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Artificial Intelligence (AI) – The OECD starts discussing general and policy principles

27 September 2018

The OECD is moving ahead with its work on Artificial Intelligence (AI) towards developing a Council Recommendation in the course of 2019 and creating an AI observatory as a pillar of the second phase of the Going Digital project.

On 24-25 September, the first meeting of the AI expert Group at the OECD (AIGO) was held in Paris. It will be followed by other meetings in the next months. The AIGO has multi-stakeholder membership and brings together experts who have been nominated by OECD delegations and advisory committees (including the TUAC) as well as a handful of invited experts. TUAC was represented through its Secretariat, Anna Byhovskaya and by UNI Global Union, Christina Colclough. The group is asked to contribute to the scope and content of the OECD principles on AI – which are expected to range from safeguarding core democratic and societal values, to operational parameters for AI systems, to guidelines for policy frameworks.

At both, the national and regional level (including the EU level) such multi-stakeholder discussions are currently underway. The implications of an increasing and wider use of AI, combined with other technologies will be far reaching on jobs and on workers – from changing work patterns, to data control, to the replacement of tasks. Yet, many opportunities and challenges of AI and its scope can still not be fully grasped as its development and spread take place at an unprecedented speed.

For TUAC, building in safeguards into design, development and the use of AI will be crucial, not least on employment aspects. Many policy proposals start and end with education and training when it comes to societal impacts. Collective bargaining or just transition funds are not on the radar in some of these debates, yet.

Public policy needs to look into the economic, social including labour market, ethical and legal aspects of AI as several risks arise. At the same time, it is important to keep the balance between applying and revising existing standards and regulatory frameworks. The TUAC had published a first set of priorities in November 2017 ( ) and will flash these out further:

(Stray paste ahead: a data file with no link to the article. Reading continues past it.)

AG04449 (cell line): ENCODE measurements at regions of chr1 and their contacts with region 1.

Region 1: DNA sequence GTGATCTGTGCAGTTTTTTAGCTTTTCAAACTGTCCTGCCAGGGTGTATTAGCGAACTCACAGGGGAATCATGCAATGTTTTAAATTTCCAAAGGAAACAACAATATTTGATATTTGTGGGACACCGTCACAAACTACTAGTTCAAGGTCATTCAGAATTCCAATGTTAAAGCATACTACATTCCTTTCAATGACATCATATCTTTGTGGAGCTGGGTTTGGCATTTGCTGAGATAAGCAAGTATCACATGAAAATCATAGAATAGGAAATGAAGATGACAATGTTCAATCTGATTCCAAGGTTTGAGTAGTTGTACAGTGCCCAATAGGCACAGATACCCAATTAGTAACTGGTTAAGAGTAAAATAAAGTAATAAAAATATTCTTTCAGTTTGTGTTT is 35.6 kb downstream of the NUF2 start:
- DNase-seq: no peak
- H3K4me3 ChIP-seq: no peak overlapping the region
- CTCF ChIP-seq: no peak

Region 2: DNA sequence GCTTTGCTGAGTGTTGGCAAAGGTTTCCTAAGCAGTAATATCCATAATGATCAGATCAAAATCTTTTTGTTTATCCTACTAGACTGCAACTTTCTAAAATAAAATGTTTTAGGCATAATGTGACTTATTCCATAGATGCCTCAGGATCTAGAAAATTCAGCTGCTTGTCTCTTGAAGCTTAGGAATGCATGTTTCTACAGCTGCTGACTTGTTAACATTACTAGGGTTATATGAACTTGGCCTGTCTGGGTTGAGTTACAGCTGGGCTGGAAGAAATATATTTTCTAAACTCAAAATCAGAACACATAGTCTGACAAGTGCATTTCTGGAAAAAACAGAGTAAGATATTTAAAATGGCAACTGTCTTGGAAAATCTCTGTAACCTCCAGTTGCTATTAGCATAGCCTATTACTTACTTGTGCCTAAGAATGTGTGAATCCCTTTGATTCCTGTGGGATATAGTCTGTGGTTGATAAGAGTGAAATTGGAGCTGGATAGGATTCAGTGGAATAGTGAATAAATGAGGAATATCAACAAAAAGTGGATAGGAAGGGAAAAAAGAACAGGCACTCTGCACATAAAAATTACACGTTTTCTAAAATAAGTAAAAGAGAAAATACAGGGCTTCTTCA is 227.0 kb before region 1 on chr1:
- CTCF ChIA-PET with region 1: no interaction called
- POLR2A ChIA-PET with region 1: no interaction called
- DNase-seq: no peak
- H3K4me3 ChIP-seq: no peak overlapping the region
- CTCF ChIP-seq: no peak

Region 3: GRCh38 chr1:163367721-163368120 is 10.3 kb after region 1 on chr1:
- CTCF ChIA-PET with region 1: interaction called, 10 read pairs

• develop operational, legal and ethical standards and avoid a fragmentation of rules and regulations;
  • set human-in-command requirements including the right of explanation and that robots and AI must never be “humanised”;
  • devise and finance transition strategies for workers to retain or change their job if the occupational task content is significantly altered by AI;
  • engage social partners in industrial and innovation dialogue processes towards ensuring the appropriate parameters for standardisation, fairer outcomes through collective bargaining, and the autonomy of workers in machine-to-human interactions;
  • anticipate what competencies are needed to complement tasks performed by cognitive technologies  and develop training policies and the underlying financing under a lifelong learning prism with the participation of trade unions in governance, design, implementation and oversight;
  • ensure the quality of data sets that AI is built on: bad algorithms may lead to detrimental outcomes: among others, challenges to data ownership arise in view of the opacity of data processing and re-purposing, and look into ways towards the  anonymization of personal data (including privacy impact assessments);
  • audit machine learning techniques against bias and security risks and discuss liability and consumer protection, as well as Occupational Health and Safety (OHS).
  • support public R&D that currently lacks the resources needed to pursue longer-term goals compared to corporate laboratories, and to this effect encourage innovation eco-systems and clusters in regions;
  • create incentives for and make simulations and validation systems when testing AI obligatory.